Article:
Notebooks containing fabric samples and working drawings provide a rare glimpse into the creative process Church followed when developing new designs. In some we see whimsical ideas for future  ballets, while other pages tackle the practicalities of fabric selection, measurements and garment construction.

Set design by Ann Church for Melbourne Cup, The Australian Ballet, 1962. Gift of the Estate of Ann Church, 2017 Arts Centre Melbourne, Performing Arts Collection. Reproduced courtesy of Mrs Collins.

The costumes designed by Ann Church for the production of Melbourne Cup were donated by The Australian Ballet in 1998, as treasured pieces from the company’s inaugural season of 1962. This recent acquisition provides further representation of Melbourne Cup through a selection of set designs that formed the backdrop to these costumes. Based on the very first running of the famous horse race in 1861, Melbourne Cup presented a number of challenges for the designer. One of these was to capture the historic setting of the event on stage. A carefully compiled scrapbook of newspaper clippings and articles reveals the depth of research she conducted to recreate this spectacle. The scrapbook also includes photographs that capture the magical journey from page to stage.

Margot Anderson
Curator (Dance and Opera)

 

 

AN INTERACTION BETWEEN MUSIC AND PAINTING

This year Arts Centre Melbourne celebrates the fiftieth anniversary of the creative collaboration between abstract painter John Peart (1945 – 2013) and composer Nigel Butterley (b. 1935). In 1967 the pair took to the stage of the Sydney Town Hall, along with the Sydney Symphony Orchestra, to present the collaborative performance Interaction as part of the Last Night of the Proms.

Peart and Butterley conceived the performance as a creative interaction between music and painting, a live ‘happening’ where each could act in response to the other. Prior to the event, Butterley, a pianist and an established composer, wrote a work of five movements, each more energetic than the last. On the evening of the performance Butterley was seated at the piano and divided the orchestra into five sections. This allowed him to direct the various sections of the orchestra to come in and out, responding to Peart’s evolving painting.

Peart, who was only 22 at the time, was establishing a name for himself as an innovative abstract painter. During the performance he worked on the stage above the orchestra, with long-handled paint rollers on a large canvas stretched before the audience. For each of the five movements Peart painted with a different colour, the intensity of which increased as the performance unfolded; the palest used during the first, gentle movement and the darkest during the final, most vigorous movement.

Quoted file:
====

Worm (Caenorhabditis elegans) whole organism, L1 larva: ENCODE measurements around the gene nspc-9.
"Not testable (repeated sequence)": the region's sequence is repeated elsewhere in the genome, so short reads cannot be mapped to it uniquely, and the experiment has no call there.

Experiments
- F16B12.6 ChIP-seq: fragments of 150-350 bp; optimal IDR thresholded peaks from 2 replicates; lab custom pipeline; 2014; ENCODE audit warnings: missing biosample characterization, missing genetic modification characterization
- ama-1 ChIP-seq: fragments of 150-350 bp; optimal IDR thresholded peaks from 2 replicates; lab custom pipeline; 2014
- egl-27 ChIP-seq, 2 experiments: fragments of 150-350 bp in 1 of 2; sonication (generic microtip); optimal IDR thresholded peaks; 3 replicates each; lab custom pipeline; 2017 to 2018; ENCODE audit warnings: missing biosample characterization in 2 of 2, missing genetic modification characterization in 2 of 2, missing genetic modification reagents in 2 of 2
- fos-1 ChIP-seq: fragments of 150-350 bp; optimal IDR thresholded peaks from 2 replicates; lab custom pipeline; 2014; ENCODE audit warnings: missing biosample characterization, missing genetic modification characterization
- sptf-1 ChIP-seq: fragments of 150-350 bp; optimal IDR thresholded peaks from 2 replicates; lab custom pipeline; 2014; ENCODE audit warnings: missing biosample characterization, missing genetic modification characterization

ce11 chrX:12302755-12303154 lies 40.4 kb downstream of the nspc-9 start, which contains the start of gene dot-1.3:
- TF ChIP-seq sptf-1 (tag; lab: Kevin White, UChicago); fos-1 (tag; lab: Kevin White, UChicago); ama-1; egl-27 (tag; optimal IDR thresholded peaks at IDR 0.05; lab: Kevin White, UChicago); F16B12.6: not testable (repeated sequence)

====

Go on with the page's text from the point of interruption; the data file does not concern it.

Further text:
The performance is fondly recalled by Peart’s close friends and directors of Watters Gallery, Geoffrey Legge and Frank Watters, who looked on with “amazed admiration at the way the vast painting came into marvellous and inevitable being as Peart proceeded”. They remarked that “he couldn’t step back and survey the work as it developed, he just flowed with the music. His application of black during the final exciting movement made it hard not to believe he was under the spell of an out-of-body intelligence so inspired did each new mark seem”.

Interaction, 1967, a recent donation to Arts Centre Melbourne’s Art Collection, was a preparatory study created during rehearsals. Although smaller in scale, Peart’s lyrical and direct brushstrokes capture the rhythm and movement of the improvisation on canvas. Produced at the beginning of Peart’s career, the work also signalled his lifelong commitment to an exploration of abstraction and experimentation. The addition of this artwork to the Art Collection enriches the historical interpretation of our Foundation Collection, particularly in the artistic connections with Peart’s abstract contemporaries, Yvonne Audette, Roger Kemp and Donald Laycock.

An Interaction between Music and Painting is currently on display in the Smorgon Family Plaza (May 20 – June 25), featuring Interaction, 1967, alongside the award-winning film, Interaction – music and painting, 1967 (directed by Gil Brealey, reproduced by permission of the Australian Broadcasting Corporation – Library Sales © 1969 ABC TV). This film, produced in the same year as the performance, captures the essence of the creative partnership between composer and painter.

Nicole Bowller
Assistant Curator